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  • C2 Nerve Root Sacrifice with C1 Lateral Mass Screws: Case Series with Delayed Clinical Outcomes

    Final Number:

    Jeffrey Evan Florman MD; Deborah A Cushing RN, MPH; Rayne J. Whitten; Richard Ogbuji MD

    Study Design:
    Clinical Trial

    Subject Category:

    Meeting: Congress of Neurological Surgeons 2017 Annual Meeting

    Introduction: The C2 nerve root occupies a challenging anatomic position when performing C1 lateral mass screws and often requires root sacrifice or retraction. There is debate about the contribution of nerve sacrifice to morbidity including the incidence of occipital neuralgia.

    Methods: Patients having undergone C1 lateral mass screw placement with C2 root transection between 2007 and 2016 at Maine Medical Center were retrospectively identified. In addition to clinical note review, delayed telephone interviews were conducted with completion of the American Chronic Pain Association (ACPA) Quality of Life outcome questionnaire and the International Classification of Headache Disorder (ICHD-3) questionnaire for occipital neuralgia type headache.

    Results: 106 C2 roots were divided at the mid-portion of the C1 lateral mass in 53 patients. In addition to having no vertebral artery injuries, no infections, and requiring no transfusions, no patient had limiting complaints of pain consistent with occipital neuralgia during the first 3 months of routine follow up. Delayed phone follow-up was attempted with 13 deceased, 5 declining participation, 2 not compos mentis and 9 lost to follow up. Of the 24 patients participating in delayed assessment at a mean of 2.3 years, the patient age ranged from 43-86 (mean 68). The ACPA QOL mean score was 7.44 (range 5.5-10), correlating to patients being able to comfortably work/volunteer for the majority of the day. Similarly, the mean ICHD-3 pain outcome score was 0.95 (range 0-4) indicated that complaints of zero to minimal occipital neuralgia pain symptoms.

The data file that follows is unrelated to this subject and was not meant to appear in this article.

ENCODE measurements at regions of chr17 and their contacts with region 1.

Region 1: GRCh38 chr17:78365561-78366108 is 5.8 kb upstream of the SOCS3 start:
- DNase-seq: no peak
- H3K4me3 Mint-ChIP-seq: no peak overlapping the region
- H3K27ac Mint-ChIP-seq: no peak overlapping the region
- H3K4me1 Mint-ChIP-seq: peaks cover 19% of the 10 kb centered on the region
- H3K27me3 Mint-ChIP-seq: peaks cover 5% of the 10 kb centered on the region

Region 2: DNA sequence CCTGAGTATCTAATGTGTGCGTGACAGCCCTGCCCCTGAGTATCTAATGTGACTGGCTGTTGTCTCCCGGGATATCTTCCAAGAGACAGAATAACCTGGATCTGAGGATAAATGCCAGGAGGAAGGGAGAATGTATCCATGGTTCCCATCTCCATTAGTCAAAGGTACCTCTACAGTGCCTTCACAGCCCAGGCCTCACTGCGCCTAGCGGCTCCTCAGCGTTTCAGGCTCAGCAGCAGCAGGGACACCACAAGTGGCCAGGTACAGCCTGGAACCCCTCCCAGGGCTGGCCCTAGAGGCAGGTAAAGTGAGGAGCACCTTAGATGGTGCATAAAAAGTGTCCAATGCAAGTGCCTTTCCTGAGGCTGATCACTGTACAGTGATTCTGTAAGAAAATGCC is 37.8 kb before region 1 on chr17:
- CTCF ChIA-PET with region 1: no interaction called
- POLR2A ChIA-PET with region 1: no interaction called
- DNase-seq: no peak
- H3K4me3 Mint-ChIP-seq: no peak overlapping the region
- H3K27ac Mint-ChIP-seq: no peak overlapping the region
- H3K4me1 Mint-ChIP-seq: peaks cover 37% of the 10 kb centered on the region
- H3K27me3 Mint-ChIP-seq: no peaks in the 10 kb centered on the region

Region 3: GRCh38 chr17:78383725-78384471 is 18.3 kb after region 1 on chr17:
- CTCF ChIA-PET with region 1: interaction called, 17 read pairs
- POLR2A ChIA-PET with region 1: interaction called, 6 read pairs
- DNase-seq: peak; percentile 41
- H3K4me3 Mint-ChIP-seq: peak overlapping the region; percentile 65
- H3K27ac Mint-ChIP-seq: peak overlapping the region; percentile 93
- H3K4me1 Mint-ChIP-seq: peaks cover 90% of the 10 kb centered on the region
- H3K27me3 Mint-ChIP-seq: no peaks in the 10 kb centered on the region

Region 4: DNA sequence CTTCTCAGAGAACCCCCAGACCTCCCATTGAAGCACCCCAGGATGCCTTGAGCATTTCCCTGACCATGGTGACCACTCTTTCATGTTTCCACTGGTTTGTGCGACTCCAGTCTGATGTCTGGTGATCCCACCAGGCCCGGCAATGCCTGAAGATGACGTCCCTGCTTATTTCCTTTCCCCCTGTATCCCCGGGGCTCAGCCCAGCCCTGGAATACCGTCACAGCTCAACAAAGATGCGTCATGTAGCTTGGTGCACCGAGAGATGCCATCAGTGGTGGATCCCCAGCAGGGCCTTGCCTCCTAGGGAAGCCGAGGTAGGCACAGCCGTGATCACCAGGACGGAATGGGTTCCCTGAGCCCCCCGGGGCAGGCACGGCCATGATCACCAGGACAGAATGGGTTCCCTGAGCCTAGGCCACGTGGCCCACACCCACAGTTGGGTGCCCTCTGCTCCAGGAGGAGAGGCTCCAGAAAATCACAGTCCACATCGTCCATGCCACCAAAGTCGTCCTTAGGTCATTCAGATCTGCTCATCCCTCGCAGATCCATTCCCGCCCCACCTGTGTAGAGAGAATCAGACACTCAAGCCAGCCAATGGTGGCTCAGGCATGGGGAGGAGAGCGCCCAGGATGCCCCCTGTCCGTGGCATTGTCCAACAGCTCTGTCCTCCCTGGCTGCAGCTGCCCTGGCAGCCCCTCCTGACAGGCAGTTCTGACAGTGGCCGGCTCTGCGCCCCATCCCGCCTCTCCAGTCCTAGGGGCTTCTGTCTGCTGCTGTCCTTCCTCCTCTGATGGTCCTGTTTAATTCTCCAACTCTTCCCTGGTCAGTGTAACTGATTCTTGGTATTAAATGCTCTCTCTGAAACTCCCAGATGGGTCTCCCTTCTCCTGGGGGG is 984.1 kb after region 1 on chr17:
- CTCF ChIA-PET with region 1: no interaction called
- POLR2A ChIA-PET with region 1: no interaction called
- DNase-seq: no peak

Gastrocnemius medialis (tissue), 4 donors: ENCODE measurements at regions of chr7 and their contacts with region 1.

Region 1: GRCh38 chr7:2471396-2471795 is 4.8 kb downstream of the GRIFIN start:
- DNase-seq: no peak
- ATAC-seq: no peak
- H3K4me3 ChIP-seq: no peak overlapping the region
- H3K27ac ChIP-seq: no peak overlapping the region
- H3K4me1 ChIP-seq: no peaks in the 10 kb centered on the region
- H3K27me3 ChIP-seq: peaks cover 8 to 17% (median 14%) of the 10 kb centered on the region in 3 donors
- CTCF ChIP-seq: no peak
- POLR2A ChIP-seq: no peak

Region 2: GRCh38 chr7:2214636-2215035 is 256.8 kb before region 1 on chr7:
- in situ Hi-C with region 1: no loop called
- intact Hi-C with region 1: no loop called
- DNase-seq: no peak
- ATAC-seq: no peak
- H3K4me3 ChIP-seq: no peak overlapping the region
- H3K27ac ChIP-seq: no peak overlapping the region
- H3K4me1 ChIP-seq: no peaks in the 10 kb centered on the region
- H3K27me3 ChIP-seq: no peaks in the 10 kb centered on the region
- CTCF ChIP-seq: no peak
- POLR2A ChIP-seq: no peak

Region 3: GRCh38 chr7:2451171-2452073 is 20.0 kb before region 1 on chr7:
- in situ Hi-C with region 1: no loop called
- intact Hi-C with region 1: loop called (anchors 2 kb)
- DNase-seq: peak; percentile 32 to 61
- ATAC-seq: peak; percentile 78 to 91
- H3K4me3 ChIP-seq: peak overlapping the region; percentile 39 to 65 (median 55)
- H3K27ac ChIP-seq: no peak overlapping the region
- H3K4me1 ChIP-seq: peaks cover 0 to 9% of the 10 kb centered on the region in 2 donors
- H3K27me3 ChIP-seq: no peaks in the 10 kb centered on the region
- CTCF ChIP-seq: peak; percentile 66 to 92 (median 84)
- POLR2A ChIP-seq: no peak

Conclusions: C2 nerve root sacrifice during C1 lateral mass screw placement is a safe and useful technique. The occurrence of occipital neuralgia postoperatively is rare and excellent quality of life outcomes are expected. This paper therefore represents a significant contribution to the nascent body of evidence in support of C2 root transection during C1 lateral mass screw placement.

    Patient Care: Optimizing surgical technique

    Learning Objectives: 1) C2 nerve root sacrifice is unlikely to lead to bothersome occipital pain 2) C2 nerve root sacrifice is helpful and safe while placing C1 screws 3) Quality of life is excellent with C2 nerve root sacrifice

    References: 1) Sherman, Johnathan, et. al. Neurosurgery Concepts: Key perspectives on C2 nerve root transection following C1 lateral mass screw fixation, choroid plexus cauterization in infants with hydrocephalus, quality of life following treatment of vestibular schwannoma, dynamic magnetic resonance imaging for glioblastoma pseudoprogression, cost-utility analysis of lumbar spinal stenosis treatment. Surg Neurol Int 2015;6:108. 2) Squires, J. C1 lateral mass screw placement with intentional sacrifice of the C2 ganglion: functional outcomes and morbidity in elderly patients. Eur Spine J. 2010 Aug; 19(8): 1318–1324. 3) Dewan, Michael et. al. C2 Nerve root transection during C1 lateral mass screw Fixation. Does it affect functionality and quality of life? Neurosurgery Volume74, Number 5: 475-481, 2014. – 8 C2 roots cut, good QOL outcome 4)Yeom et al. Post-operative occipital neuralgia with and without C2 nerve root transection during atlantoaxial screw fixation: a post-hoc comparative outcome study of prospectively collected data. Spine J. 2013; 13 (7): 786-795 Epub 2103 May 24.

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